That final 2015 season game at the newly refurbished Kyle Field was against Auburn University. The game started late in the afternoon. With 104,625 fans packing the stadium, rain was in the forecast. The passive optical LAN has three core switches (called optical line terminals, or OLTs) to handle all the online devices in the stadium.
As expected, data traffic on the network had a few noticeable spikes in traffic: right before kickoff, and at halftime. As is normal with most large venue networks, the asymmetric nature of social network traffic was apparent.
The busiest port on the OLTs saw a peak downstream utilization of 474 Mbits/sec at kickoff (i.e. 20% total downstream capacity utilization), while the peak upstream port maxed out at 46.6 Mbits/sec (i.e. a 3% total upstream capacity utilization), with other ports showing similar spikes. During the game, the system saw 27.65 terabytes of data downloaded at the PON port level, while 1.49 terabytes of data was uploaded.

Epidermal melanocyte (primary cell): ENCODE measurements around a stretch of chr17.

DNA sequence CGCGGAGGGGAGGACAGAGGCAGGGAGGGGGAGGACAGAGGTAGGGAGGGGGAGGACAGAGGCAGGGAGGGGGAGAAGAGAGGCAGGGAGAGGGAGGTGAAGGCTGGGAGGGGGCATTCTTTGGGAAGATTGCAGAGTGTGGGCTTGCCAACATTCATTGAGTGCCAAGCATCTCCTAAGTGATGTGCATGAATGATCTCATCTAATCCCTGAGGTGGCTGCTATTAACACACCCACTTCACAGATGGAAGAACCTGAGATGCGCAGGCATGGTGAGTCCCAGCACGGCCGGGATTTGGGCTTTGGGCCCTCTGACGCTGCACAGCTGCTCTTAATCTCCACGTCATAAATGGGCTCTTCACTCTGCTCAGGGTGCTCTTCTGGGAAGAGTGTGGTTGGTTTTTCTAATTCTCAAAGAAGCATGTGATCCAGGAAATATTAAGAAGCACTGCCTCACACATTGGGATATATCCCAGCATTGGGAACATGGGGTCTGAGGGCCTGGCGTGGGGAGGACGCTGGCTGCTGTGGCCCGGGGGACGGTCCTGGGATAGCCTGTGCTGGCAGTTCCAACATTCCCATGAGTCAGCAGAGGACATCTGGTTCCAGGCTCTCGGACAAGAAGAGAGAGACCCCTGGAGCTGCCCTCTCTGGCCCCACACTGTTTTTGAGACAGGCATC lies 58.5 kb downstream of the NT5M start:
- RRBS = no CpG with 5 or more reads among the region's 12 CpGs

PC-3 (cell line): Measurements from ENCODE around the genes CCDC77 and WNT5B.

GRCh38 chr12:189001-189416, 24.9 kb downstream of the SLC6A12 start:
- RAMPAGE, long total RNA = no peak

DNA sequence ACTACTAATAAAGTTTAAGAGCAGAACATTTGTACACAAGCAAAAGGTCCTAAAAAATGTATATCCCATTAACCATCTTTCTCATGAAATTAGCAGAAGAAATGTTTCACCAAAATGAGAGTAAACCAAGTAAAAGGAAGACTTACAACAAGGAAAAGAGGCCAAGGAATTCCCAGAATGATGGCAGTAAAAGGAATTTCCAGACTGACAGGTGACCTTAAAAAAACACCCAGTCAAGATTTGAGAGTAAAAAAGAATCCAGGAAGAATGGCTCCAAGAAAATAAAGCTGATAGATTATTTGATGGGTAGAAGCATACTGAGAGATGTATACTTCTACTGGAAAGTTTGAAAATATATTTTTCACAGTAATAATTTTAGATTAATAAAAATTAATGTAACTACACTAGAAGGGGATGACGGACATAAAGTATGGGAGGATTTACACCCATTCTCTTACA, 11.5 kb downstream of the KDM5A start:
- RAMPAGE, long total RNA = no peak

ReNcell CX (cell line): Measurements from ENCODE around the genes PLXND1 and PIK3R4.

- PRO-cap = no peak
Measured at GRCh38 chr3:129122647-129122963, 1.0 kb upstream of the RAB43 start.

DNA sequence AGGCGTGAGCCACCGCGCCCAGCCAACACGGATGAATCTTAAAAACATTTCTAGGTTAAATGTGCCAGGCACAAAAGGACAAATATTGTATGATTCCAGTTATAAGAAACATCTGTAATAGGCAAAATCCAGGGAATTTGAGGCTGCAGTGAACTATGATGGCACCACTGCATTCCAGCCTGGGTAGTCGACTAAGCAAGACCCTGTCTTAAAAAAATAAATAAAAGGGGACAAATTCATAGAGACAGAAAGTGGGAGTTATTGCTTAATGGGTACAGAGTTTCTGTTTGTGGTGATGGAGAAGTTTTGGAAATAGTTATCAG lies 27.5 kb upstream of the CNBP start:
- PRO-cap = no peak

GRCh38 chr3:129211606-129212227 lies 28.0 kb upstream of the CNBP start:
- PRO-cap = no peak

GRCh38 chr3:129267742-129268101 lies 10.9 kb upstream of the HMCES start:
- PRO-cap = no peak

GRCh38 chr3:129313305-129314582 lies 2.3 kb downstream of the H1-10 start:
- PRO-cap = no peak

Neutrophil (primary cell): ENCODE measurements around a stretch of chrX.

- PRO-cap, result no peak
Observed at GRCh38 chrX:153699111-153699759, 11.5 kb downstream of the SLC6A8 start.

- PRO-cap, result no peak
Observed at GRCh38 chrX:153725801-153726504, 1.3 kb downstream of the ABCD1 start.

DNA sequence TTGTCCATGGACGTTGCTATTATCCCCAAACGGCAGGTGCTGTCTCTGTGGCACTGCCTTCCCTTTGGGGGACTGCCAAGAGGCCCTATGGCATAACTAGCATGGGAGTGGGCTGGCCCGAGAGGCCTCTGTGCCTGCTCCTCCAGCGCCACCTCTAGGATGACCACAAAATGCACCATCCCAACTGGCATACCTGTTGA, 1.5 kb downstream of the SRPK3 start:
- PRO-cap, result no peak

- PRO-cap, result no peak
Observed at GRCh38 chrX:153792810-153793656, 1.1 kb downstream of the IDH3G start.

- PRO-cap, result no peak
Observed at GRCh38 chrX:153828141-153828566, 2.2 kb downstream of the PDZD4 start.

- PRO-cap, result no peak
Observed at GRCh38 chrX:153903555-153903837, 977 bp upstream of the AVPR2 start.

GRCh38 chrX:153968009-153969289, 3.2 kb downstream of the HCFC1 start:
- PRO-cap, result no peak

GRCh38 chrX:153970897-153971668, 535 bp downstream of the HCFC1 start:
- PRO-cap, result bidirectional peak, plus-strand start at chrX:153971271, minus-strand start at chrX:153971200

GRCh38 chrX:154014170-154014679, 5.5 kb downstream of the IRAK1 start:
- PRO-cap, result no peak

With the busiest POL OLT port only reaching downstream capacity at 20% and total upstream capacity merely at 20%, this traffic demand was well within the system design, leading to the great experience that the fans bragged about on social media.
Traffic tapered off in the fourth quarter as the Aggies’ chance for victory began to slip away. The Aggies would close out that season with a record of 8 wins and 5 losses, but there is no question that the new Kyle Field stadium is a winner with fans.
The changing landscape of technology is presenting challenges for people who run large venues, such as Kyle Field. The convergence of new devices, such as security cameras and cash registers, as well as the connectivity demands of the clientele, demand a high-performance network that can meet these challenges. Passive optical LAN is perfectly suited to meet the demands of today’s large public venue network, and is scalable to meet the future needs as well.
John Hoover is a marketing director at Tellabs and board director of the Association for Passive Optical LAN. For the past 15 years he has influenced industry milestones such as early passive optical LAN deployments, video implementations, wireless and more recently enterprise passive optical LAN adoption.